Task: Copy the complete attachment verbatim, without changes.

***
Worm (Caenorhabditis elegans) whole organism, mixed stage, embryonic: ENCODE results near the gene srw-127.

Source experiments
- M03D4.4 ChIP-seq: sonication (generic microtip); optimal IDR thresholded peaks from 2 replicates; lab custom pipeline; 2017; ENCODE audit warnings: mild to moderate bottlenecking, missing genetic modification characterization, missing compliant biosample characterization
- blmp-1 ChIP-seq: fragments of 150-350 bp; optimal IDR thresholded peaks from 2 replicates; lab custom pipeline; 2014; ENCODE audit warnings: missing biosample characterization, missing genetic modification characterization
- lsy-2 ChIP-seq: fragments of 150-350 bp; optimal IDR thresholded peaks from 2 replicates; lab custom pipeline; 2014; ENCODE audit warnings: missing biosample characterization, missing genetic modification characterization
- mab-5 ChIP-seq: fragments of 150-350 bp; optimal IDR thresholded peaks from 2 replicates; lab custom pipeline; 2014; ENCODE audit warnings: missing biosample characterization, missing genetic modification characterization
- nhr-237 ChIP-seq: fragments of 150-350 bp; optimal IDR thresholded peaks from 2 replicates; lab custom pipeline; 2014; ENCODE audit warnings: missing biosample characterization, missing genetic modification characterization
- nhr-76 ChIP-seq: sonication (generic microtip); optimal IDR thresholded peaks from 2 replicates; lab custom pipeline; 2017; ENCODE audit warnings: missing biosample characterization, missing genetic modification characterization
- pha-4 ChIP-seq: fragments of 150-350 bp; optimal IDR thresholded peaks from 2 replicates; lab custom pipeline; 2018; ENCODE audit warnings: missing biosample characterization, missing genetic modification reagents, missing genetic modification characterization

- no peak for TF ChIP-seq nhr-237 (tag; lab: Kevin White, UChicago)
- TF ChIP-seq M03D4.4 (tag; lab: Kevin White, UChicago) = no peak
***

Worm (Caenorhabditis elegans) whole organism, mixed stage, embryonic: ENCODE results near the gene srw-127.

Source experiments
- M03D4.4 ChIP-seq: sonication (generic microtip); optimal IDR thresholded peaks from 2 replicates; lab custom pipeline; 2017; ENCODE audit warnings: mild to moderate bottlenecking, missing genetic modification characterization, missing compliant biosample characterization
- blmp-1 ChIP-seq: fragments of 150-350 bp; optimal IDR thresholded peaks from 2 replicates; lab custom pipeline; 2014; ENCODE audit warnings: missing biosample characterization, missing genetic modification characterization
- lsy-2 ChIP-seq: fragments of 150-350 bp; optimal IDR thresholded peaks from 2 replicates; lab custom pipeline; 2014; ENCODE audit warnings: missing biosample characterization, missing genetic modification characterization
- mab-5 ChIP-seq: fragments of 150-350 bp; optimal IDR thresholded peaks from 2 replicates; lab custom pipeline; 2014; ENCODE audit warnings: missing biosample characterization, missing genetic modification characterization
- nhr-237 ChIP-seq: fragments of 150-350 bp; optimal IDR thresholded peaks from 2 replicates; lab custom pipeline; 2014; ENCODE audit warnings: missing biosample characterization, missing genetic modification characterization
- nhr-76 ChIP-seq: sonication (generic microtip); optimal IDR thresholded peaks from 2 replicates; lab custom pipeline; 2017; ENCODE audit warnings: missing biosample characterization, missing genetic modification characterization
- pha-4 ChIP-seq: fragments of 150-350 bp; optimal IDR thresholded peaks from 2 replicates; lab custom pipeline; 2018; ENCODE audit warnings: missing biosample characterization, missing genetic modification reagents, missing genetic modification characterization

- no peak for TF ChIP-seq nhr-237 (tag; lab: Kevin White, UChicago)
- TF ChIP-seq M03D4.4 (tag; lab: Kevin White, UChicago) = no peak